This NYT article is great on so many levels: pointing out an obvious reason why 1 in 3 Americans are obese and 2 in 3 Americans overweight; highlighting the basic tension / interplay of market capitalism and regulation; and doing it all with math!

Shockingly, Carson Chow, a mathematician, concludes that the rise in obesity in America over the last few decades can be attributed to… increased supply of food.  The mantra certainly holds true in my house:  if you grow it, I will eat it (though I like to think, in moderation).

And if you grow it cheaply, and on a mass scale, economics dictate that I will pay a lower price for it and be able to consume more of it in relative terms.  It’s a common refrain from visitors to Melbourne:  “food is SO expensive here.”  But it’s only because food is so cheap in the U.S., in fact, perhaps TOO cheap.

Sadly, I suspect another key part of the equation missed by Chow is a cultural one — Americans have proved in the last 50 years to be a culture of convenience consumers.  Which unfortunately means that, so long as supply is high, there will be demand. And so long as quick and cheap alternatives are available to maximize not only food consumption but minimize lost opportunity costs for other consumer activities, Americans will seize them.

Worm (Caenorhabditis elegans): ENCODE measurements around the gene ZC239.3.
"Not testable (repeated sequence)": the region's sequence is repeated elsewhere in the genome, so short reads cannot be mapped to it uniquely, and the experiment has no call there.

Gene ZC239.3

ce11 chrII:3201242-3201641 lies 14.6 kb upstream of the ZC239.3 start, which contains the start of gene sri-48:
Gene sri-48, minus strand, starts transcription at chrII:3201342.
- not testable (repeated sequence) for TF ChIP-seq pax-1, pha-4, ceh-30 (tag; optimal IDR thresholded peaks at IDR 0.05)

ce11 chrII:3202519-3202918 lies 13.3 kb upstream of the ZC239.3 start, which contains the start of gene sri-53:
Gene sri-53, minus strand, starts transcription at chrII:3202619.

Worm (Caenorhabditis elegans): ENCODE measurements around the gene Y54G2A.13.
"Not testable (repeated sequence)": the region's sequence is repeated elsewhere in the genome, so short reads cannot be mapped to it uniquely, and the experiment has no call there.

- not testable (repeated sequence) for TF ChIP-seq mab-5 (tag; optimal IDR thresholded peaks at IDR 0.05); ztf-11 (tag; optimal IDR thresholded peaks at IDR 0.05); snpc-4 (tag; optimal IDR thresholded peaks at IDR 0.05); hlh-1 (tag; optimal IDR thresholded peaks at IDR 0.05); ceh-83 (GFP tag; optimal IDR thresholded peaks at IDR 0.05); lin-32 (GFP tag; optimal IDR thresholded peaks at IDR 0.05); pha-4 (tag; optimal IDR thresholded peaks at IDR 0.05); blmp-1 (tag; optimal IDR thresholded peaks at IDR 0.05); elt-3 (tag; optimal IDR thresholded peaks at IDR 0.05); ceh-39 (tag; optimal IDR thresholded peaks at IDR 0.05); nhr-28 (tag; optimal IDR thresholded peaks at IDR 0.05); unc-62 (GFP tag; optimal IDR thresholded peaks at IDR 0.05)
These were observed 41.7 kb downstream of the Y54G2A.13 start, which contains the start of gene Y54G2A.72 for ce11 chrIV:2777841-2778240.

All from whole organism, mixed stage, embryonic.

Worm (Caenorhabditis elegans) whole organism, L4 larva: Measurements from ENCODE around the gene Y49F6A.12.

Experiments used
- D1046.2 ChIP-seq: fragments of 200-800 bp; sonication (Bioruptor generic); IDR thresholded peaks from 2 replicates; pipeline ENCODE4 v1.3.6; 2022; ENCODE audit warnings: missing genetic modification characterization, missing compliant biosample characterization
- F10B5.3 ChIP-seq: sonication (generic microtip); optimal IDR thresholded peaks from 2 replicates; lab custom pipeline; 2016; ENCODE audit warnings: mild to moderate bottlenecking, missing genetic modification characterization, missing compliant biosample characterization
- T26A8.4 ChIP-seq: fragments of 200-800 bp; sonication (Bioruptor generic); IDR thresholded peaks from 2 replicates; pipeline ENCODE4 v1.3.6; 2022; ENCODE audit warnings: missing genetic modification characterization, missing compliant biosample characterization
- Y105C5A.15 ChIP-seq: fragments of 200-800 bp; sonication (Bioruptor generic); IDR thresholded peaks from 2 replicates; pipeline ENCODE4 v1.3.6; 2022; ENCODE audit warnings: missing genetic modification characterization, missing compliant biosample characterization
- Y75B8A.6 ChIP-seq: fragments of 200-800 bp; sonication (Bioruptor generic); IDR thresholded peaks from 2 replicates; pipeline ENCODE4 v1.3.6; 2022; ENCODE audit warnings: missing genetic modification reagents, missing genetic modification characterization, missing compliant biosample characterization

It makes me nostalgic for a time when my dad would cook 7-days’ worth of meals in advance on the weekend, to freeze until each meal’s day came, so we could enjoy home cooked dinners quickly (and I suspect cheaply) when he got home from a long day at work. (And trust me, we probably BOTH thought we’d never be nostalgic for such things…)  What’s the incentive now, when a parent can just pick up a box-o-food in the same amount of time and at the same cost?

It’s a well-timed article for me, as I’ve been pondering a lot recently about the role of government in a capitalist society and whether there is any hope for effective national legislation in an increasingly gridlocked political system.  I’ve also been cooking, and therefore eating, ALOT (as you can tell from recent posts) with some downtime at work and an increasingly chilly winter descending on Melbourne that sends me straight to the oven for warmth.  (Plus, I havent shared a “random musings” post in a while…)

So what should be the political response to Chow’s mathematical answer?  It seems politically untenable and perhaps callous to suggest as a response that we should (1) remove farm subsidies (i.e., put the squeeze on struggling American farmers in the heartland of U.S.A) or (2) herald an age where food is more expensive, and therefore more financially burdensome to struggling families.  An obesity rate of 1 in 3 people suggests that Americans aren’t just “breaking even” on food, they are gluttonously profiting.  But political rhetoric is hardly that discerning.

Perhaps in the current political climate, cultural change is the best we can hope for… I’ll start one home at a time; my own.  After all, if a corporate lawyer can manage to avoid fast food and cook for her family most nights, I promise, you can too!